There is a shortage of construction workers, especially in the Northeast and California. The nation lost tens of thousands of workers during the economic downturn. Even as demand has returned, the industry is having trouble replenishing its ranks. The share of workers 24 years old or younger has declined in 48 states, according to an analysis of U.S. Census data. After hitting a peak of 11.7 million during the Housing Boom years, the number of construction workers fell to 10.2 million by 2016. States hit hardest by the housing bust saw the greatest decrease in younger workers between 2005 and 2010, led by Delaware, Vermont, Maryland, California and Arizona. Home construction per household has dropped to the lowest level in 60 years – a big reason why U.S. home prices are rising, and why the home ownership rate remains stuck...
Read more
October 26th, 2018

Refinancing student loan requires careful consideration

Posted by at 12:03 pm

With untapped home equity at an all-time high of $14.4 trillion, homeowners could be poised to start cashing in. One way you can do that is to roll other debt into your mortgage. In 2017, Fannie Mae added the Student Loan Cash-out refinance option. With Fannie Mae adjusting the loan level depending on risk, some borrowers may pay as little as 1 percent of the loan for this arrangement. As of 2018, student debt in the U.S. totals a staggering $1.5 trillion. For many, rolling it into their mortgage seems like a viable option. Also referred to as debt reshuffling, paying one loan with another may seem amazing – after all, you have seemingly made a big chunk of debt “disappear.” But it’s no magic trick. You still owe the money, you’ve just changed the terms. Attaching student debt to...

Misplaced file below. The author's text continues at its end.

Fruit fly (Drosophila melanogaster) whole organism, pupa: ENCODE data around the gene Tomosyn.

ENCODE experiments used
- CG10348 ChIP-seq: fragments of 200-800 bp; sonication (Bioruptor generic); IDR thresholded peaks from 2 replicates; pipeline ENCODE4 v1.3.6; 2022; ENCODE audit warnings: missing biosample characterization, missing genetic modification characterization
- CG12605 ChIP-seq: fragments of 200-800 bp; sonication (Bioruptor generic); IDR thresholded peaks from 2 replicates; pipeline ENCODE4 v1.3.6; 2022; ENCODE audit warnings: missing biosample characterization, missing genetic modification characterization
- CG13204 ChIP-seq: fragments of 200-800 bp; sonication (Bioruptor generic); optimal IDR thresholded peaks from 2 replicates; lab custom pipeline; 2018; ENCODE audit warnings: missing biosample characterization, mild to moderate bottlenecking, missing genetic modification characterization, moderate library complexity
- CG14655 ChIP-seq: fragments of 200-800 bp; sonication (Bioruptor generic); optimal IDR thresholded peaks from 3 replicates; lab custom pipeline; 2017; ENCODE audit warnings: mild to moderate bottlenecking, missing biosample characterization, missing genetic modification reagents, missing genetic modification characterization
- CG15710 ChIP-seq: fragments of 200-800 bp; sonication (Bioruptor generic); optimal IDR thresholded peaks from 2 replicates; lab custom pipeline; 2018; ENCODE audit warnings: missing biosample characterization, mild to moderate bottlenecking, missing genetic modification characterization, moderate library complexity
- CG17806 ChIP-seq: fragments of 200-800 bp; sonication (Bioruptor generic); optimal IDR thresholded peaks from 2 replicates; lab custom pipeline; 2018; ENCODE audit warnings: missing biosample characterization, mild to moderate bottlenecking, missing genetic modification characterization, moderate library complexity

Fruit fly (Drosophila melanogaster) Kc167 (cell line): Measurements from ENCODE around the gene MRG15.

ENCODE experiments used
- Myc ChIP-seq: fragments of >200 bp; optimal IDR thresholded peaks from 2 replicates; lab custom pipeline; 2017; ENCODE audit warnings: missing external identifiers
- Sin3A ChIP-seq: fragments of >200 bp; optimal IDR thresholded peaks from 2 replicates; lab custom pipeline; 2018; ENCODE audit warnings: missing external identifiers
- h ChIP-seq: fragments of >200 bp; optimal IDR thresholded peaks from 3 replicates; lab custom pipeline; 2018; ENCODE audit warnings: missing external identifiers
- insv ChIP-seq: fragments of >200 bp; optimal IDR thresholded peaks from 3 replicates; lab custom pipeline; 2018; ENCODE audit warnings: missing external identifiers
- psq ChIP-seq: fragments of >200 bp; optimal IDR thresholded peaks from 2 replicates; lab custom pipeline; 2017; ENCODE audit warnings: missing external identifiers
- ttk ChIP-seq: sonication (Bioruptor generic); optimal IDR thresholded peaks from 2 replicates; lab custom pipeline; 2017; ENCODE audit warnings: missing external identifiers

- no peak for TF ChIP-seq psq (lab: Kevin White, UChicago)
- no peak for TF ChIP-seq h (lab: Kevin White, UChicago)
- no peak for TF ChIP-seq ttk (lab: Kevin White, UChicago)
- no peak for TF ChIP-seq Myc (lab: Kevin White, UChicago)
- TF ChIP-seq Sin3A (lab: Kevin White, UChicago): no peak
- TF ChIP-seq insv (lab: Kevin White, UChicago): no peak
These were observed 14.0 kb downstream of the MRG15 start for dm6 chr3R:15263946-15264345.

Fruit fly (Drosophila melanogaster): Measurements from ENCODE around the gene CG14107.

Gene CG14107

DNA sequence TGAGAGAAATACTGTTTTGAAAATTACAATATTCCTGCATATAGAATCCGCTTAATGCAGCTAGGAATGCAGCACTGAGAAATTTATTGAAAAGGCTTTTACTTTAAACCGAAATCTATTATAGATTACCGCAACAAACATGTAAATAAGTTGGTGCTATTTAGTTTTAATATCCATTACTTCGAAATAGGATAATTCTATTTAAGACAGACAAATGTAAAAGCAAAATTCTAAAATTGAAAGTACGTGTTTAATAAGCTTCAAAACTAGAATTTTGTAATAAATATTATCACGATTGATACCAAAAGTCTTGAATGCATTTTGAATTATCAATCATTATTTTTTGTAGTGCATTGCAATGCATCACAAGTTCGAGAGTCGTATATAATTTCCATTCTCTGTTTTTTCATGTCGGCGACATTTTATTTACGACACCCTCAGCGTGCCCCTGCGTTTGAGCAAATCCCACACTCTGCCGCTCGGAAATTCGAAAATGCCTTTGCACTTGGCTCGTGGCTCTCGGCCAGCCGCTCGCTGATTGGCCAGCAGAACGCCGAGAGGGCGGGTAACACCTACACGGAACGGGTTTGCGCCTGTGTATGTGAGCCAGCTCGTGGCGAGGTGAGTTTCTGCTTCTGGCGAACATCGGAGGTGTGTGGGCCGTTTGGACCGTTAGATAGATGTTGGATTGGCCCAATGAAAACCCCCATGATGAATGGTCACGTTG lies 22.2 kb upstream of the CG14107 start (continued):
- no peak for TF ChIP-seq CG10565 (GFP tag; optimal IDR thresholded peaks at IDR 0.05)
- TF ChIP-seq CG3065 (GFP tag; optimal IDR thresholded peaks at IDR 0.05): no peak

Read more
October 19th, 2018

Think pickles

Posted by at 9:15 am

How does your garden grow? Well, after the uncommonly warm growing season of 2018, the answer is probably “pretty darn well.” With bountiful backyard harvests coming in faster than families can eat, many home gardeners are making up more farm-to-fork soups, pies and salads than they ever thought possible. But the onslaught continues. As the late season crops come in, this prodigious produce inevitably makes its way to the office, to church and the family reunion. At first, the people in your life may appear to appreciate it, but there’s a limit! Remember, they have their excesses too! Have you considered pickling? Pickling is an old-school, economical method for keeping fruits and vegetables out of the compost bin. The basic process is simple. First, add slices of fruits and/or vegetables to sterilized jars. Pretty much everything that grows can be...